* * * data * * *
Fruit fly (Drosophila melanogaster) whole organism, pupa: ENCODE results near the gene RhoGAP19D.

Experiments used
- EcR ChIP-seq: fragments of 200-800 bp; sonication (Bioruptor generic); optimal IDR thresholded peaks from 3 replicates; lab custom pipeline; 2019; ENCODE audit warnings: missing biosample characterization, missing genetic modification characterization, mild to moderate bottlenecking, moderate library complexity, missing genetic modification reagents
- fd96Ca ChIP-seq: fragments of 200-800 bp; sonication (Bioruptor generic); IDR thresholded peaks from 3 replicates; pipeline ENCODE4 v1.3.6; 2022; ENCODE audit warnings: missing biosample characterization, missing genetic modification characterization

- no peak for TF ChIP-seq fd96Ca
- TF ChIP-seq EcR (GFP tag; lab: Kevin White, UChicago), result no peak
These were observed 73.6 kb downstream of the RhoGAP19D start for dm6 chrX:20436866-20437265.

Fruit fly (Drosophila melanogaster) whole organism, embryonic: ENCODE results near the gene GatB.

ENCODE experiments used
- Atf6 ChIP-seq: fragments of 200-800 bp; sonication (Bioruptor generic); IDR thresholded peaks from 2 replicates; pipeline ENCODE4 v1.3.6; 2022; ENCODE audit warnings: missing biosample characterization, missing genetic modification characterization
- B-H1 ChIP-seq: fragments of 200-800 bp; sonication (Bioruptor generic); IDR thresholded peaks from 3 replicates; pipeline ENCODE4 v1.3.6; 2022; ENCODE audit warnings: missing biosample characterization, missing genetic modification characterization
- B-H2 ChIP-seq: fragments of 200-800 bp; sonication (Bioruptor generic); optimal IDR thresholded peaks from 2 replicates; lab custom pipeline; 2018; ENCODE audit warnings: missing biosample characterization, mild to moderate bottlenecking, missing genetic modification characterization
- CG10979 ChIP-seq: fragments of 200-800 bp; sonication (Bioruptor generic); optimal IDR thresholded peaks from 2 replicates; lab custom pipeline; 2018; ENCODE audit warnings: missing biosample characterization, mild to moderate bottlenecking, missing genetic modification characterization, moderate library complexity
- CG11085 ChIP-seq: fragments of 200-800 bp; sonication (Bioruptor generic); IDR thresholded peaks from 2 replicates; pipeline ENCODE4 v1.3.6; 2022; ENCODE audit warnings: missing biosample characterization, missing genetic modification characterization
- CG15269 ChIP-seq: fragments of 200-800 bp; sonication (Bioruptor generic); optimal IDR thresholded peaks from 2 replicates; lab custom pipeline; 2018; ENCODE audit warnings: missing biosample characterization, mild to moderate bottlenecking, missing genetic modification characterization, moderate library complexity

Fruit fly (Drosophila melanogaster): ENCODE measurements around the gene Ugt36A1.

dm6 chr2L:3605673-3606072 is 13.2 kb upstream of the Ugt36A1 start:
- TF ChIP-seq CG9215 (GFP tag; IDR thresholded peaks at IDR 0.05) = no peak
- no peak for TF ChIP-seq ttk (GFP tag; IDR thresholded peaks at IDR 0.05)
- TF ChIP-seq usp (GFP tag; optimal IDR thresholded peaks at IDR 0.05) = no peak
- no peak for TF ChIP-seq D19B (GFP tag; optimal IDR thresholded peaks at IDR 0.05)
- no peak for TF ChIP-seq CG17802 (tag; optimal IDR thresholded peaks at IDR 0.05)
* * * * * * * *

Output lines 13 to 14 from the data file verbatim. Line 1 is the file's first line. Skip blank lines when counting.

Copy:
- CG10979 ChIP-seq: fragments of 200-800 bp; sonication (Bioruptor generic); optimal IDR thresholded peaks from 2 replicates; lab custom pipeline; 2018; ENCODE audit warnings: missing biosample characterization, mild to moderate bottlenecking, missing genetic modification characterization, moderate library complexity
- CG11085 ChIP-seq: fragments of 200-800 bp; sonication (Bioruptor generic); IDR thresholded peaks from 2 replicates; pipeline ENCODE4 v1.3.6; 2022; ENCODE audit warnings: missing biosample characterization, missing genetic modification characterization